As the Celtics enter the next stage of their rebuild, landing top-flight free agents is the team’s best hope of developing into a contender once again. If Rondo is not in the fold for future seasons, the challenge of landing these types of players becomes tougher for Ainge.

The painful truth is that the rest of the Celtics roster doesn‘t exactly inspire the kind of confidence in future success that someone like Rondo, with his strong postseason track record, would.

The other wild card in play here for Boston’s plan with Rondo is the possibility that he will want to explore a short-term contract as a result of the TV deal. LeBron James pursued this strategy last summer, signing a two-year contract with a player option that will guarantee he can become a free agent in 2016-17 when the biggest jump in salary is expected.

If Rondo wants to benefit from the raised max-salary levels (35 percent of the salary cap for players with 10-plus years of experience, according to the NBA’s collective bargaining agreement), he could seek a short-term contract that would give him the opportunity to become a free agent in the summer of 2016.

That strategy would maximize Rondo’s potential earnings but may be considered somewhat risky for a player with a significant injury history in recent years.

The bottom line is, beyond all of these variables, Rondo’s play on the floor this season still remains the biggest factor in his next contract and if the Celtics will be willing to pay a high price in future seasons.

The new TV deal will provide an opportunity for Rondo to earn a bigger deal, but the truth is, Rondo still has to prove he is worthy of it.

The Celtics still have not seen their longtime starting point guard play minutes while healthy under Brad Stevens. Even though Rondo suited up for 30 games last season, there were plenty of telltale signs that he was not in peak form in his return to the hardwood in January 2013.

Sure, there were glimpses of strong play from Rondo, but reduced minutes, an inability to play both games in a back-to-back and a career-low mark in field-goal percentage (.403 percent) demonstrated that Rondo had still not fully recovered from ACL surgery.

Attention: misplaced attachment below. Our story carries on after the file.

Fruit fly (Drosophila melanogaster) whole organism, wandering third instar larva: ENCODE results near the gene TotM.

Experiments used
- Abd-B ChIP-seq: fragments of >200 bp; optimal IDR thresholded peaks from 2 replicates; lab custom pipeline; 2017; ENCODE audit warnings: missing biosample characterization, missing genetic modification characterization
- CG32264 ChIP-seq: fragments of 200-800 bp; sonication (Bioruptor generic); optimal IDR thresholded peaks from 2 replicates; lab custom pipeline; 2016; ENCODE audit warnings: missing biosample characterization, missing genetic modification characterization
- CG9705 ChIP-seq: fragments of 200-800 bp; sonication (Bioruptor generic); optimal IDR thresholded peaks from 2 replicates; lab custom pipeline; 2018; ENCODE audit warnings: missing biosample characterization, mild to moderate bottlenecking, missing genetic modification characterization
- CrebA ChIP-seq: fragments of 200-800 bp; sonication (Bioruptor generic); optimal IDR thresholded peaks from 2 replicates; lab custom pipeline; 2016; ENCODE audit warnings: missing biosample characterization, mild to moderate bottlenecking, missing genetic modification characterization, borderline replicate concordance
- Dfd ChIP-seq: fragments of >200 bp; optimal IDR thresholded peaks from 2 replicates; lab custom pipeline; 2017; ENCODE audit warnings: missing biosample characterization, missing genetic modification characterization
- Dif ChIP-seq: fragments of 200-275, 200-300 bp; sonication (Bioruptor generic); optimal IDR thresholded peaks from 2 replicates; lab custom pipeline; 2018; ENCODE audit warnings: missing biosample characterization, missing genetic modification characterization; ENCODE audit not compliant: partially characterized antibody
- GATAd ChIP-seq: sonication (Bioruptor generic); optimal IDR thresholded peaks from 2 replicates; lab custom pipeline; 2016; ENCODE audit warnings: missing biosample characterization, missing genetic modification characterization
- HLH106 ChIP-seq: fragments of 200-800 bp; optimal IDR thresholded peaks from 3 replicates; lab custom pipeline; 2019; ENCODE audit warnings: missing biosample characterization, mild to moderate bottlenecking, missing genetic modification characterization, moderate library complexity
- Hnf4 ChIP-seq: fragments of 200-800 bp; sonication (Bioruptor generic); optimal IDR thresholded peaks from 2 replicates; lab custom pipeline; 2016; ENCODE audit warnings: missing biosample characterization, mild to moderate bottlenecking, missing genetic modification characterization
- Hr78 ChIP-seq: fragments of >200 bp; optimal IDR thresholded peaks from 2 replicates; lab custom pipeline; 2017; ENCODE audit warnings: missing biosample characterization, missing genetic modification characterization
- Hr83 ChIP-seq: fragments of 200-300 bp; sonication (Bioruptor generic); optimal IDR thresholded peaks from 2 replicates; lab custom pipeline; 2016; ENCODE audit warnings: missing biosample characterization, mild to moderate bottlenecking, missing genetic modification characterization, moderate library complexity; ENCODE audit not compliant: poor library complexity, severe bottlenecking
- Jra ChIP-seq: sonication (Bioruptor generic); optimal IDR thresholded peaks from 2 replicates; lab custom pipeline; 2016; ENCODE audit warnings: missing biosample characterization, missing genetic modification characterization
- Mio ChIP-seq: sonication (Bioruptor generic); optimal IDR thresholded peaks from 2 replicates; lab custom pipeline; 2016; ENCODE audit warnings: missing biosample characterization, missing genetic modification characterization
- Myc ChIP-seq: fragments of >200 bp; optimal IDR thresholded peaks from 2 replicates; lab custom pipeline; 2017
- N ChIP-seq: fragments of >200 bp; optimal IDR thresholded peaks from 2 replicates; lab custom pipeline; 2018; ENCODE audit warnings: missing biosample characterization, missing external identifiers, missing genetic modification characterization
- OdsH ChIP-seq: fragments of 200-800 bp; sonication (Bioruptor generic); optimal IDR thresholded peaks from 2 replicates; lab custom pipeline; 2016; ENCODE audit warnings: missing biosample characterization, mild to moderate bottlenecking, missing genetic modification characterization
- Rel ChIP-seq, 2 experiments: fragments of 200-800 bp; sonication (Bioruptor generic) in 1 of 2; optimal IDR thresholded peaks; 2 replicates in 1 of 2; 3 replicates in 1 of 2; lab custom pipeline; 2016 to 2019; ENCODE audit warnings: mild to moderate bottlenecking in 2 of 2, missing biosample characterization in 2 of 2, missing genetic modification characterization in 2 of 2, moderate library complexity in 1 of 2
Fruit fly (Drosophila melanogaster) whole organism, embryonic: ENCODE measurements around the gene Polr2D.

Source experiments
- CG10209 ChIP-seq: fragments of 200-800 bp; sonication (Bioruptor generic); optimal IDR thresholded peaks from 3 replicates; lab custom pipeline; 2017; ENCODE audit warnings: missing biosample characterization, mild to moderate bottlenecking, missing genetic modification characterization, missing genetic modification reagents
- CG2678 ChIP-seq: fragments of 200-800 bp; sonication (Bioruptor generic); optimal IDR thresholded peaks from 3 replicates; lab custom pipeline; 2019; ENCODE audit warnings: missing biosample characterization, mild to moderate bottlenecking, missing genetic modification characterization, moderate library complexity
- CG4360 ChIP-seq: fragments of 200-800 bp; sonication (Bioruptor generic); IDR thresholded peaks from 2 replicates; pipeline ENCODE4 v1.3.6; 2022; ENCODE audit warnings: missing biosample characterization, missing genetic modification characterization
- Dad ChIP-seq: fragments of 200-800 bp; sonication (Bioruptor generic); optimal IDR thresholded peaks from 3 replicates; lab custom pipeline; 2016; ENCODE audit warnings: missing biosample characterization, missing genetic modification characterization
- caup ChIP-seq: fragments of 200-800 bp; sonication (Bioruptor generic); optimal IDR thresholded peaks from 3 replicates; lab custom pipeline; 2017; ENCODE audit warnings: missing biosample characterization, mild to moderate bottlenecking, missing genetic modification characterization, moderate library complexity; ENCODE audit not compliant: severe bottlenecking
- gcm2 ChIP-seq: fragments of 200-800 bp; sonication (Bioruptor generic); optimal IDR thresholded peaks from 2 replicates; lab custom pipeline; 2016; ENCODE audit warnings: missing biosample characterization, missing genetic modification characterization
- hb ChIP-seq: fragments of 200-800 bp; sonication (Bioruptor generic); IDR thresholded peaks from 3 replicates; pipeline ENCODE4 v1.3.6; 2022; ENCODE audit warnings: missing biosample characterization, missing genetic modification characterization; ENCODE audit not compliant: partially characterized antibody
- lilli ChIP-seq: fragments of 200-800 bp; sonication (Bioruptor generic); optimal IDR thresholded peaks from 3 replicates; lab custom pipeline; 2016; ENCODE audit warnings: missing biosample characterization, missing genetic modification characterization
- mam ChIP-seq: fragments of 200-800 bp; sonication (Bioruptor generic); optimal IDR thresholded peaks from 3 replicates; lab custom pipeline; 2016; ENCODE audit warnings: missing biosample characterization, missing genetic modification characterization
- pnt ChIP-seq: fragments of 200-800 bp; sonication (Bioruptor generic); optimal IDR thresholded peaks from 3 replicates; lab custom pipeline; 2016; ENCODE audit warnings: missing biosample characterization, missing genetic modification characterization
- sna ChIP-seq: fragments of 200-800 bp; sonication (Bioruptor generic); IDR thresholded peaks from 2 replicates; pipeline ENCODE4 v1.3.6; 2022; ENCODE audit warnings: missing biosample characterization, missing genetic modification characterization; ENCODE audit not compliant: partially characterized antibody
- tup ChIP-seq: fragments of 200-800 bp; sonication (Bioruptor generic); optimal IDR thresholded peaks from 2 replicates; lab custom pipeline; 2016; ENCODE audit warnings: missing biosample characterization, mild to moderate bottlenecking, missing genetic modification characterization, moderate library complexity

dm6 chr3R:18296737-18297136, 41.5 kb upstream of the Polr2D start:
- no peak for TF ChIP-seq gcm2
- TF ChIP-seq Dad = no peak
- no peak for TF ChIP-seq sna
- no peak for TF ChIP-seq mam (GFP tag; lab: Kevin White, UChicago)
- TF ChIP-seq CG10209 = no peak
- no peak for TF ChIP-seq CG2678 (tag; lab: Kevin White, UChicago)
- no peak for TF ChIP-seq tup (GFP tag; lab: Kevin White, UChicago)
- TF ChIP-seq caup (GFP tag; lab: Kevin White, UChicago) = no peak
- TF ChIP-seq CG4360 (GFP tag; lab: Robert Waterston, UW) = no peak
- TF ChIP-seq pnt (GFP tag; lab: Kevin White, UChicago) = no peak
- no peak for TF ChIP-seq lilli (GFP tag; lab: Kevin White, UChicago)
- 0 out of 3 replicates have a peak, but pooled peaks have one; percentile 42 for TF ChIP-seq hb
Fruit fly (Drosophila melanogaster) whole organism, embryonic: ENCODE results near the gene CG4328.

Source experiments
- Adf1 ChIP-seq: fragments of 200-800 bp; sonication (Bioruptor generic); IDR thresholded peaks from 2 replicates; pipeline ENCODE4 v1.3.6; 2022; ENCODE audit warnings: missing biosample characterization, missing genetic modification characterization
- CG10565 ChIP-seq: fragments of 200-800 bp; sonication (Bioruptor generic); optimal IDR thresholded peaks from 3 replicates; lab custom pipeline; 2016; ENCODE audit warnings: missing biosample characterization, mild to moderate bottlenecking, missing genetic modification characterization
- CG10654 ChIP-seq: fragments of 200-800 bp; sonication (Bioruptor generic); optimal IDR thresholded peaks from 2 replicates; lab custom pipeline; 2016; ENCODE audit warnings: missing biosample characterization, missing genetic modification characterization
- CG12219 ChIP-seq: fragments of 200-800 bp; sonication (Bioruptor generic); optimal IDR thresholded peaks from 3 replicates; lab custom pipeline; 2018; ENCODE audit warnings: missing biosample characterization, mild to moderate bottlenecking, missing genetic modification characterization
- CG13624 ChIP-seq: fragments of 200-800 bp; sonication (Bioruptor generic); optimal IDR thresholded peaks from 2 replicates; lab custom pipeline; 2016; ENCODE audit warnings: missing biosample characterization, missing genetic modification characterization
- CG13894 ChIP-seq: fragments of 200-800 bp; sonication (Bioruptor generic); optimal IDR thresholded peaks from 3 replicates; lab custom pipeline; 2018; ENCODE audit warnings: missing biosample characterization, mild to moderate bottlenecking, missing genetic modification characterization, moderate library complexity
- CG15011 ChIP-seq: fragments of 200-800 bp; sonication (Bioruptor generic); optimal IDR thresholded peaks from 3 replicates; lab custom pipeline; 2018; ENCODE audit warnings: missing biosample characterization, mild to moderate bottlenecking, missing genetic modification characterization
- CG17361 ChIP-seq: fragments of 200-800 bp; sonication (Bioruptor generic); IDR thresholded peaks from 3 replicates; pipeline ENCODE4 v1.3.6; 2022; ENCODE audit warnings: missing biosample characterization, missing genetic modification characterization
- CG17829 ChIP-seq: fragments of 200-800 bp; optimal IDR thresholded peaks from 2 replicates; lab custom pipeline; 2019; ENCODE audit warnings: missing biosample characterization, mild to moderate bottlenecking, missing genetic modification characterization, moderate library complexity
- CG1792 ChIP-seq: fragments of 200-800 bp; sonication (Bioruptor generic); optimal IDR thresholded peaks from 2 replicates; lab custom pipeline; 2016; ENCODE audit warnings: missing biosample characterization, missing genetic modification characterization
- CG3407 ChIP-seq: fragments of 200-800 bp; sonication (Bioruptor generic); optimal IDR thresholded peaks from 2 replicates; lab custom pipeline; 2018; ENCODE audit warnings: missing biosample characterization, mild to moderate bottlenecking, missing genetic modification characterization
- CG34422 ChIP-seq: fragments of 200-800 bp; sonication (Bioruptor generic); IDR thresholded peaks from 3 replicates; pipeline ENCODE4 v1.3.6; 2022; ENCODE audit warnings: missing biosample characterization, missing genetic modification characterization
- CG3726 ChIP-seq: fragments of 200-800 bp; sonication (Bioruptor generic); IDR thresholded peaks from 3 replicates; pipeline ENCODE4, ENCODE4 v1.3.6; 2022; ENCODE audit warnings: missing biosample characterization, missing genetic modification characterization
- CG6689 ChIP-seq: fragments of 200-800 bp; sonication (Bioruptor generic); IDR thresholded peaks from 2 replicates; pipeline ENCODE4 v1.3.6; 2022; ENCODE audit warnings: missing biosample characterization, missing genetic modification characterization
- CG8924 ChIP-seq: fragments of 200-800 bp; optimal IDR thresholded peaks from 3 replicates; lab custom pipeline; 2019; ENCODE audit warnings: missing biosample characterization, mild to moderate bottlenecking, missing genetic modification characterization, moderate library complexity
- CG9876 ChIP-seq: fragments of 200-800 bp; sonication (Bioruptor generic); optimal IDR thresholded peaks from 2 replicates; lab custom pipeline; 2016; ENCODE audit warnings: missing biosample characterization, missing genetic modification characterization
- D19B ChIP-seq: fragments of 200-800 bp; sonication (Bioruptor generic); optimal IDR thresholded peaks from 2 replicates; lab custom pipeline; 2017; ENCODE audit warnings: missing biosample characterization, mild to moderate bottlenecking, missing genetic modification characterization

Ainge admitted these realities when discussing Rondo’s preparation for this season:

“[Rondo] was motivated [this summer] because he didn’t play very well last year, to his standards coming off the knee injury,” Ainge said. “He doesn’t like not to be good. He doesn’t like not being considered one of the best point guards in the game. That’s what drove him to hard work this summer.”

Rondo already had plenty to play for over the next six months, but if the point guard can return to his All-Star ways this season, the NBA’s new TV deal made the odds of the 28-year-old landing a lucrative deal with the Celtics just a bit better.


All quotes were obtained firsthand by the author at Celtics media sessions. 

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Ray Allen Agrees To Deal With Cleveland Cavaliers

Looks like Ray Allen has made up his mind about playing next season. Allen, 39, will reportedly joing his buddy LeBron James and play with the Cleveland Cavaliers this upcoming season. Earlier reports of Ray Allen signing with Cavaliers are true. Done deal. #NBA — Glenn Moore (@GlennMooreCLE) October 7, 2014 Allen, a lifetime 40% […]
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Kobe calls out owners for hypocrisy after TV deal

Bryant has spoken out about max contracts and salary caps before.



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TV deal gives players, owners more to fight over

The NBA’s labor deal can be terminated in 2017. Expect both sides to want even more.



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Will the NBA’s New TV Deal Make It Easier for Superstars to Join Forces?

The NBA announced a new nine-year, $24 billion TV deal on Monday that will result in a major increase to the league’s salary-cap structure in 2016. Maximum contracts will skyrocket along with the salary cap over the co, and minimum contracts, rookie-scale deals and cap exceptions could rise after the ratification of a new collective bargaining agreement, too.

Will such changes to the salary-cap system make it even easier for superstar players to join forces and form superteams?

Howard Beck joins Stephen Nelson to break down what the future of the league looks like in the video above.